[7] Raju, S.S., Darshan, T.S., Nagendra, B. (2012). Design of quadratic dynamic matrix control for driven pendulum system. International Journal of Electronics and Communication Engineering, 5(3): 363370.
[8] Khoygani, M.R.R., Ghasemi R., Sanaei, D. (2013). Design controller for a class of nonlinear pendulum dynamical system. International Journal of Artificial Intelligence (IJAI), 2(4): 159 168.
[9] Khalil, H.K. (2002). Nonlinear Systems. Prentice Hall: Upper Saddle River, NJ, USA.
[10] Krstic, M., Kokotovic, P.V., Kanellakopoulos, I. (1995). Nonlinear and Adaptive Control Design. Wiley: New York, NY, USA.
[11] Humaidi, A., Hameed, M. (2019). Development of a new adaptive backstepping control design for a nonstrict and underactuated system based on a PSO tuner. MDPI, Information, 10(2): 38, pp. 117. https://doi.org/10.3390/info10020038
[12] AlAraji, A.S. (2015). Cognitive nonlinear controller design for magnetic levitation system. SAGE Journals, Transactions of the Institute of Measurement and Control, 38(2): 18. https://doi.org/10.1177/0142331215581639
[13] Rasheed, L.T., Hamzah, M.K. (2021). Design of an optimal backstepping controller for nonlinear system under disturbance. Engineering and Technology Journal, 39(3): 465476. https://doi.org/10.30684/etj.v39i3A.1801
[14] AlDujaili, A.Q., Humaidi, A.J., Allawi, Z.T., Sadiq, M. E. (2023). Earthquake hazard mitigation for uncertain building systems based on adaptive synergetic control. Applied System Innovation, 6(2): 115. https://doi.org/10.3390/asi6020034
[15] Rasheed, L.T., Yousif, N.Q., AlWais, S. (2023). Performance of the optimal nonlinear pid controller for position control of antenna azimuth position system. Mathematical Modelling of Engineering Problems, 10(1): 366375. http://dx.doi.org/10.18280/mmep.100143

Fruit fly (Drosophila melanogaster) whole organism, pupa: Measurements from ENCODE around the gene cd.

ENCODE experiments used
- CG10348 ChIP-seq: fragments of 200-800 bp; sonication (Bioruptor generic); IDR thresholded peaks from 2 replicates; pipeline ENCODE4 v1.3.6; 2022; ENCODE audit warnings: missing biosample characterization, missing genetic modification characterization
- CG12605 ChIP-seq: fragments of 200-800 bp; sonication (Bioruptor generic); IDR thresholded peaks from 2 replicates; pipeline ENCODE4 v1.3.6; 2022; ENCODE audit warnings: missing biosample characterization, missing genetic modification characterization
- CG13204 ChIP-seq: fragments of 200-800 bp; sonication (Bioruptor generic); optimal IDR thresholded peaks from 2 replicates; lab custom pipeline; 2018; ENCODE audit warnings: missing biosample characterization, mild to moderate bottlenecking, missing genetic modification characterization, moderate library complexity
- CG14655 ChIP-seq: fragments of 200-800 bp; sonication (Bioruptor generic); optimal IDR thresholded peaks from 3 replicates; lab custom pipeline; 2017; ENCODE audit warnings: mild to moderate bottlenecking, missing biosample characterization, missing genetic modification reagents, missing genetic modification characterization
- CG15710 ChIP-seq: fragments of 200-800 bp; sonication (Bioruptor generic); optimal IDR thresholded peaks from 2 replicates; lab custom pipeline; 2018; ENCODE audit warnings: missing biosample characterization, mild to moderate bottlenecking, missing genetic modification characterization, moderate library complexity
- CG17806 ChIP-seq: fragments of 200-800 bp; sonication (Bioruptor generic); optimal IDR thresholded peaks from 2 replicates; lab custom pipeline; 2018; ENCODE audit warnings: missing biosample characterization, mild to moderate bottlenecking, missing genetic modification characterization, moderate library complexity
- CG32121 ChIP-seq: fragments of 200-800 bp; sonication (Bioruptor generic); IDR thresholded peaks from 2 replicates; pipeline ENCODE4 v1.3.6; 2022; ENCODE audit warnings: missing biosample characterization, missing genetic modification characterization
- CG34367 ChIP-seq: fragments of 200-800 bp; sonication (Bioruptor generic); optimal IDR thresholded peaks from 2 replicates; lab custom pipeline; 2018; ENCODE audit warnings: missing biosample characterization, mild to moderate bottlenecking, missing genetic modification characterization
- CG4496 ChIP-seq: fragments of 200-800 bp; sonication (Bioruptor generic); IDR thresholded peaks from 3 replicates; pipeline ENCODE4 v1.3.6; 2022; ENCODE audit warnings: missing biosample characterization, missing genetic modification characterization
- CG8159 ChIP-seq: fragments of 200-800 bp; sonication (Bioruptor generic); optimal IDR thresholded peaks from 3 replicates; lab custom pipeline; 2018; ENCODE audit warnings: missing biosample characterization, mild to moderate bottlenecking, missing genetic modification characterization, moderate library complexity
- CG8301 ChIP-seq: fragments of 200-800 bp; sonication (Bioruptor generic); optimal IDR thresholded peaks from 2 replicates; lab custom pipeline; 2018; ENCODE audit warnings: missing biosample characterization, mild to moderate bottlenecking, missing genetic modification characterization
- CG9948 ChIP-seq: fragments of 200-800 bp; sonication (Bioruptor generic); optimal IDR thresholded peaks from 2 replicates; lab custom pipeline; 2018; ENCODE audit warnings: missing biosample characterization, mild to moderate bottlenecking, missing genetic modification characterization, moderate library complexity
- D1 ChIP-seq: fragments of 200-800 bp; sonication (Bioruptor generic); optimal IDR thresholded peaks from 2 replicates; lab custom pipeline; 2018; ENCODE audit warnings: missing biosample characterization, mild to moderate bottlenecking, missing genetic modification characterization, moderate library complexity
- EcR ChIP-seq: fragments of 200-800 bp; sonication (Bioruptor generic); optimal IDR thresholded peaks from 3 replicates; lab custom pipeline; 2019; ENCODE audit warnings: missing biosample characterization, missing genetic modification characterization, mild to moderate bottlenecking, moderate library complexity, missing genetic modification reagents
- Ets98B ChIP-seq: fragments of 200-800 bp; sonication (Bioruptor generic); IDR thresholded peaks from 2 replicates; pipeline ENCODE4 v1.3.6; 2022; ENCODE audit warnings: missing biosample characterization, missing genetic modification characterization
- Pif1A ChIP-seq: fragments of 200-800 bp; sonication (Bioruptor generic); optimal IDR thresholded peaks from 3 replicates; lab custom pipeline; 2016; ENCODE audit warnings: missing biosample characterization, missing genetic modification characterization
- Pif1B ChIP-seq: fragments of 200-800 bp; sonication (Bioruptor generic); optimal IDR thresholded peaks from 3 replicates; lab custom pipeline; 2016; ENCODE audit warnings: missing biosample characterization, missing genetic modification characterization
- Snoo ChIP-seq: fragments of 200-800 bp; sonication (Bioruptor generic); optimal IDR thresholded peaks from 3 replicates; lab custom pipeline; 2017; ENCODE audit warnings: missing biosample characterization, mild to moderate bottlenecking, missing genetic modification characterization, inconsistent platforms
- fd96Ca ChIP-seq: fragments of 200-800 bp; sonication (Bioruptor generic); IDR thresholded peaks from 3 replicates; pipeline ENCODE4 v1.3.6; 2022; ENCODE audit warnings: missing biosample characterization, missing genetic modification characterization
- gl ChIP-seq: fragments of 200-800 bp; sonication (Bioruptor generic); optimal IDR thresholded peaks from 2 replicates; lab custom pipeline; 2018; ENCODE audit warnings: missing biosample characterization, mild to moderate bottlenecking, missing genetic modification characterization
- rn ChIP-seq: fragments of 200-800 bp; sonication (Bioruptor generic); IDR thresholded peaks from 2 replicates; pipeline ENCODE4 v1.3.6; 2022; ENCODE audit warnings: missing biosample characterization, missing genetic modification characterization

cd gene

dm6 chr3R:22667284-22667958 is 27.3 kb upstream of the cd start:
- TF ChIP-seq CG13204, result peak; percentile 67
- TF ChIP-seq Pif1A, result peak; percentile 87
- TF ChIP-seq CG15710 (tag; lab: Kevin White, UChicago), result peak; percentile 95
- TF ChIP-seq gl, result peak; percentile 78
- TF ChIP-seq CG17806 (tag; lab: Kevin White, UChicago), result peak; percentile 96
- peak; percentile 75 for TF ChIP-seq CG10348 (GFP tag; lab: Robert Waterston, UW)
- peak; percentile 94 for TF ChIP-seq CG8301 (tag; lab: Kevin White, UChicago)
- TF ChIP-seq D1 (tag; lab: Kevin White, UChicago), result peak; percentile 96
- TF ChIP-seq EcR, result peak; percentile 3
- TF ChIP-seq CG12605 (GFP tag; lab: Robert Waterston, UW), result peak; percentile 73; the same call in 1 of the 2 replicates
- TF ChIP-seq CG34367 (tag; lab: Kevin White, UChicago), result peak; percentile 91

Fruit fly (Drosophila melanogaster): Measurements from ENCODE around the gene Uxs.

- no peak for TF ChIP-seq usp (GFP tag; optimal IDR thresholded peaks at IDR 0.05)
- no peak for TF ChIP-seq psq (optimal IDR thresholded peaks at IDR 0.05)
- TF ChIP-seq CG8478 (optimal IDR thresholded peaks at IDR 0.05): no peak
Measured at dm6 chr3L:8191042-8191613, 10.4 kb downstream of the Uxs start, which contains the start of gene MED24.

[16] Rasheed, L.T. (2020). Optimal tuning of linear quadratic regulator controller using ant colony optimization algorithm for position control of a permanent magnet DC motor. Iraqi Journal of Computers, Communications, Control and Systems (IJCCCE), 20(3): 2941.
[17] Humaidi, A.J., Kadhim, S.K., Gataa, A.S. (2022). Optimal adaptive magnetic suspension control of rotary impeller for artificial heart pump. Cybernetics and Systems, 53(1): 141167. http://dx.doi.org/10.1080/01969722.2021.2008686
[18] Waheed, Z.A., Humaidi, A.J. (2022). Design of optimal sliding mode control of elbow wearable exoskeleton system based on whale optimization algorithm. Journal Européen des Systèmes Automatisés, 55(4): 459466. https://doi.org/10.18280/jesa.550404
[19] Rasheed, L.T. (2023). An optimal modified elman  PID neural controller design for DC/DC boost converter model. Journal of Engineering Science and Technology (JESTEC), 18(2): pp. 880901.
[20] Hamzah, M.K., Rasheed, L.T. (2022). Design of optimal sliding mode controllers for electrical servo drive system under disturbance. AIP Conference Proceedings 2415, 030005. https://doi.org/10.1063/5.0092311
[21] Arshaghi, A., Ashourian, M., Ghabeli, L. (2020). Detection of skin cancer image by feature selection methods using new buzzard optimization (BUZO) algorithm. Journal Européen des Systèmes Automatisés, 37(2): 181194. https://doi.org/10.18280/ts.370204
[22] AlDujaili, A.Q., Falah, A., Humaidi, A.J., Pereira, D.A., Ibraheem, K.I. (2020). Optimal supertwisting sliding modecontrol design of robot manipulator: Design and comparison study. SAGE Journals, International Journal of Advanced Robotic Systems, 17(6): 117. https://doi.org/10.1177/1729881420981524
[23] Abed, H.Y., Humaidi, A.J., Humod, A.T., AlDujaili, A.Q. (2019). Experimental design and implementation of IT2FLcontrolled BLDCM Based on LabVIEW™. International Journal of Recent Technology and Engineering (IJRTE), 8(4): 587592. http://dx.doi.org/10.35940/ijrte.D7319.118419
[24] Wang, J., Li, M., Jiang, W., Huang, Y., Lin, R. (2022). A design of FPGAbased neural network PID controller for motion control system. Sensors, 22(3): 889. https://doi.org/10.3390/s22030889
[25] Abdul Karim, M.Z.B, Thamrin, N.M. (2021). Servo motor controller using PID and graphical user interface on Raspberry Pi for robotic arm. IOP Publishing, International Conference on Robotic Automation System (ICORAS). http://dx.doi.org/10.1088/17426596/2319/1/012015